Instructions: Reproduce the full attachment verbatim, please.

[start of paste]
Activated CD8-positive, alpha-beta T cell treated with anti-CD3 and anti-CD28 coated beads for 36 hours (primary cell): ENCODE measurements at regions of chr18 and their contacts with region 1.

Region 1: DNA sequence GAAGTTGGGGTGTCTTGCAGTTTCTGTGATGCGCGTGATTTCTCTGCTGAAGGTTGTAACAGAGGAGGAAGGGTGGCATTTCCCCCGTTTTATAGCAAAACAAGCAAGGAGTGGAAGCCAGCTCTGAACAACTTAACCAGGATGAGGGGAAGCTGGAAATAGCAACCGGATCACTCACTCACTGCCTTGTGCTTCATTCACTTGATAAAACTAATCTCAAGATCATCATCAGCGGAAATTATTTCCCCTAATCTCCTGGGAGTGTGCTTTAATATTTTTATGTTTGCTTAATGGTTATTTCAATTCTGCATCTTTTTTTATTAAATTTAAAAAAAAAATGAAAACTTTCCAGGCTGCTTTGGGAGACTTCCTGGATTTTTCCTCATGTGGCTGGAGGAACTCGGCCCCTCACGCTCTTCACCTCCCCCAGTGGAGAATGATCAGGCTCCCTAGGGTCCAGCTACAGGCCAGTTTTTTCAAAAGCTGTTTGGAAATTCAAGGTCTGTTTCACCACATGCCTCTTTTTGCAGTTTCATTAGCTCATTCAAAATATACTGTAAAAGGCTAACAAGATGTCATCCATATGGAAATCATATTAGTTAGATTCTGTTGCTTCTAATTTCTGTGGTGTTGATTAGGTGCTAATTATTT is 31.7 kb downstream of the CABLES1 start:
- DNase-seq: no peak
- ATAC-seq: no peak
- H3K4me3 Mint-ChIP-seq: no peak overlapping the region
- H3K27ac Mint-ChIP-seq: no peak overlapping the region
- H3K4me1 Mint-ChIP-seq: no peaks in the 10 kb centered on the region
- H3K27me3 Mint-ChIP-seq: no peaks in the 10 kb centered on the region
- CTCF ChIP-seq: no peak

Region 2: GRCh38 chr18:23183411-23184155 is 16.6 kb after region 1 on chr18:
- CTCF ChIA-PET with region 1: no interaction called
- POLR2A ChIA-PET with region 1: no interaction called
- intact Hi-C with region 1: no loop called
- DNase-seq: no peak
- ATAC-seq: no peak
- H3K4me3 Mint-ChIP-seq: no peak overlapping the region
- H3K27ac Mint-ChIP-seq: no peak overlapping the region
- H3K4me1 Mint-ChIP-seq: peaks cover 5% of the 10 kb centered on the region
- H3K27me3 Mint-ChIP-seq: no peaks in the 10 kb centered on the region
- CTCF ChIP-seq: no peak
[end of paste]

Activated CD8-positive, alpha-beta T cell treated with anti-CD3 and anti-CD28 coated beads for 36 hours (primary cell): ENCODE measurements at regions of chr18 and their contacts with region 1.

Region 1: DNA sequence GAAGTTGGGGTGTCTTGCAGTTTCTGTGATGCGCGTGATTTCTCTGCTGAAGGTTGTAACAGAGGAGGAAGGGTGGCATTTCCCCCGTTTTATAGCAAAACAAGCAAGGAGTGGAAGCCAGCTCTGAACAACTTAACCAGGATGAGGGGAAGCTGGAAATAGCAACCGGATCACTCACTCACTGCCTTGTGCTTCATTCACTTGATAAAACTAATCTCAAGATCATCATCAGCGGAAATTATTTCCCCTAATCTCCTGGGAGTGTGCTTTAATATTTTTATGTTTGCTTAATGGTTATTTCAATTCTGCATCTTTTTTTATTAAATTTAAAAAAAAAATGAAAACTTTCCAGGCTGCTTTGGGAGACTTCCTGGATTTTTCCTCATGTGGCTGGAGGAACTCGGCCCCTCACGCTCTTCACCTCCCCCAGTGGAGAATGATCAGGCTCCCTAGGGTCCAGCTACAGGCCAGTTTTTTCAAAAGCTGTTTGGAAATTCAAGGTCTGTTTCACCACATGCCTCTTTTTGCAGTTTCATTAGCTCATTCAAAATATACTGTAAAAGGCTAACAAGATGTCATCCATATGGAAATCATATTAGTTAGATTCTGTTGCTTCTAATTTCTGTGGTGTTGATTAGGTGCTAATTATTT is 31.7 kb downstream of the CABLES1 start:
- DNase-seq: no peak
- ATAC-seq: no peak
- H3K4me3 Mint-ChIP-seq: no peak overlapping the region
- H3K27ac Mint-ChIP-seq: no peak overlapping the region
- H3K4me1 Mint-ChIP-seq: no peaks in the 10 kb centered on the region
- H3K27me3 Mint-ChIP-seq: no peaks in the 10 kb centered on the region
- CTCF ChIP-seq: no peak

Region 2: GRCh38 chr18:23183411-23184155 is 16.6 kb after region 1 on chr18:
- CTCF ChIA-PET with region 1: no interaction called
- POLR2A ChIA-PET with region 1: no interaction called
- intact Hi-C with region 1: no loop called
- DNase-seq: no peak
- ATAC-seq: no peak
- H3K4me3 Mint-ChIP-seq: no peak overlapping the region
- H3K27ac Mint-ChIP-seq: no peak overlapping the region
- H3K4me1 Mint-ChIP-seq: peaks cover 5% of the 10 kb centered on the region
- H3K27me3 Mint-ChIP-seq: no peaks in the 10 kb centered on the region
- CTCF ChIP-seq: no peak